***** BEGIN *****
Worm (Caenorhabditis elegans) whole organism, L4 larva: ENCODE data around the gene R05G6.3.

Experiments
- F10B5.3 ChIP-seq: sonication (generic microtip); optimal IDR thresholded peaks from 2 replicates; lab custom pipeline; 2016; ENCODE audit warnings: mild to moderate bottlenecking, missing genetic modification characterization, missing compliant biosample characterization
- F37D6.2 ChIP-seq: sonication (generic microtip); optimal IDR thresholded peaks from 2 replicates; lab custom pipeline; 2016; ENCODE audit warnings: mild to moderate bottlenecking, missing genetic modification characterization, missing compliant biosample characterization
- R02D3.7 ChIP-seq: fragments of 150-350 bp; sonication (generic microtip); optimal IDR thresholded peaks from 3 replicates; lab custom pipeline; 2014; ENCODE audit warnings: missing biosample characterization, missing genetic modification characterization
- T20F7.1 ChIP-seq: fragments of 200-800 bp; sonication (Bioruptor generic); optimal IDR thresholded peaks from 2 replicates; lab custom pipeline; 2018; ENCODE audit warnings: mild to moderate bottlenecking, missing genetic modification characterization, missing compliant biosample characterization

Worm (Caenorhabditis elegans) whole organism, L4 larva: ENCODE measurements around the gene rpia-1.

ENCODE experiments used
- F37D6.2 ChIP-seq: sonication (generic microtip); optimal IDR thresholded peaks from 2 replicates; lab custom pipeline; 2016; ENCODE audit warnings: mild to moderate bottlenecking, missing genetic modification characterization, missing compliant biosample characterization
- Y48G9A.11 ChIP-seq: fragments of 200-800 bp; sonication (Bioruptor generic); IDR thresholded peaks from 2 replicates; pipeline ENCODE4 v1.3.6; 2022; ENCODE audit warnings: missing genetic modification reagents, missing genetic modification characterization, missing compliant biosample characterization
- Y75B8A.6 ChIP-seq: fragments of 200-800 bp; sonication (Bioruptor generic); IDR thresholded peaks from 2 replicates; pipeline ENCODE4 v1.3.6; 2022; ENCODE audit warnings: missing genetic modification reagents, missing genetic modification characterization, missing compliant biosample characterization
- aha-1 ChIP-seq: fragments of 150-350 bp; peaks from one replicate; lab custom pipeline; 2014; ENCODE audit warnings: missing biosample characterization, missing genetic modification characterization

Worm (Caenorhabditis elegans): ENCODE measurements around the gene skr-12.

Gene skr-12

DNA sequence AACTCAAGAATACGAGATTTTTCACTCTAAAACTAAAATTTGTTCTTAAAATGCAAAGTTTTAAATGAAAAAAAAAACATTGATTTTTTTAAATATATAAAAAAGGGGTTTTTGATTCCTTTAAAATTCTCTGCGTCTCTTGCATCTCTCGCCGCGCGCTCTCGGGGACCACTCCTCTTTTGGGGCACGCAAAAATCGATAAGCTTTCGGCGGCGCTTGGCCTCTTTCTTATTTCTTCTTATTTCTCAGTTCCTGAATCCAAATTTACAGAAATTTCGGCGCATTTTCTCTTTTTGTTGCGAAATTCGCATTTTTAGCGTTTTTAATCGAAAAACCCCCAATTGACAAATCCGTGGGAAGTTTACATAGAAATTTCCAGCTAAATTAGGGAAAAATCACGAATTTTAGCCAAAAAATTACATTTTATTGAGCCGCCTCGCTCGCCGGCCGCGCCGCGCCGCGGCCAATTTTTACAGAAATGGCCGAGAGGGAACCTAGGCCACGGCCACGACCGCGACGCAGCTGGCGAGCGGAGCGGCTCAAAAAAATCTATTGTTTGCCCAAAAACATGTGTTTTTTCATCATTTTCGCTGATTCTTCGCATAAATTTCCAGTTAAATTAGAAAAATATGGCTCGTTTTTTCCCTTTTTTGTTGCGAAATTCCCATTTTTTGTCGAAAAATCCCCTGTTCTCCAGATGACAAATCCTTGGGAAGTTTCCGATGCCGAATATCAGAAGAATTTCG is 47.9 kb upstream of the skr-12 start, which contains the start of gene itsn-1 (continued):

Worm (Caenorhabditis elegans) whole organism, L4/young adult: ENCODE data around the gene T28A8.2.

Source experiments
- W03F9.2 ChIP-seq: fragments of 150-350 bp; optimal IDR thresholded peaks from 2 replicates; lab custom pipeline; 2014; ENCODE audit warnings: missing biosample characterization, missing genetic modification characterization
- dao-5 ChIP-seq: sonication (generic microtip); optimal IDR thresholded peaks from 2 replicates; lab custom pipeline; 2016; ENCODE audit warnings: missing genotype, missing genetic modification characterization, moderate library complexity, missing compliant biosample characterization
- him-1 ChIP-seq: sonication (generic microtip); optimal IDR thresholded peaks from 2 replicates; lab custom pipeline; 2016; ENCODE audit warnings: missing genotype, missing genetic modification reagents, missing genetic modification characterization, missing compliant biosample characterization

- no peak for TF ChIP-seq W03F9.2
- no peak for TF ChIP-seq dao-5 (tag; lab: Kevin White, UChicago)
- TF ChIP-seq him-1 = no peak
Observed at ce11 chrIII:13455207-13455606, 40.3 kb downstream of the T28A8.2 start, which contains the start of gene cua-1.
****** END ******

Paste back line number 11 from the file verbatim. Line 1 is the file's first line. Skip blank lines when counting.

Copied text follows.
- Y75B8A.6 ChIP-seq: fragments of 200-800 bp; sonication (Bioruptor generic); IDR thresholded peaks from 2 replicates; pipeline ENCODE4 v1.3.6; 2022; ENCODE audit warnings: missing genetic modification reagents, missing genetic modification characterization, missing compliant biosample characterization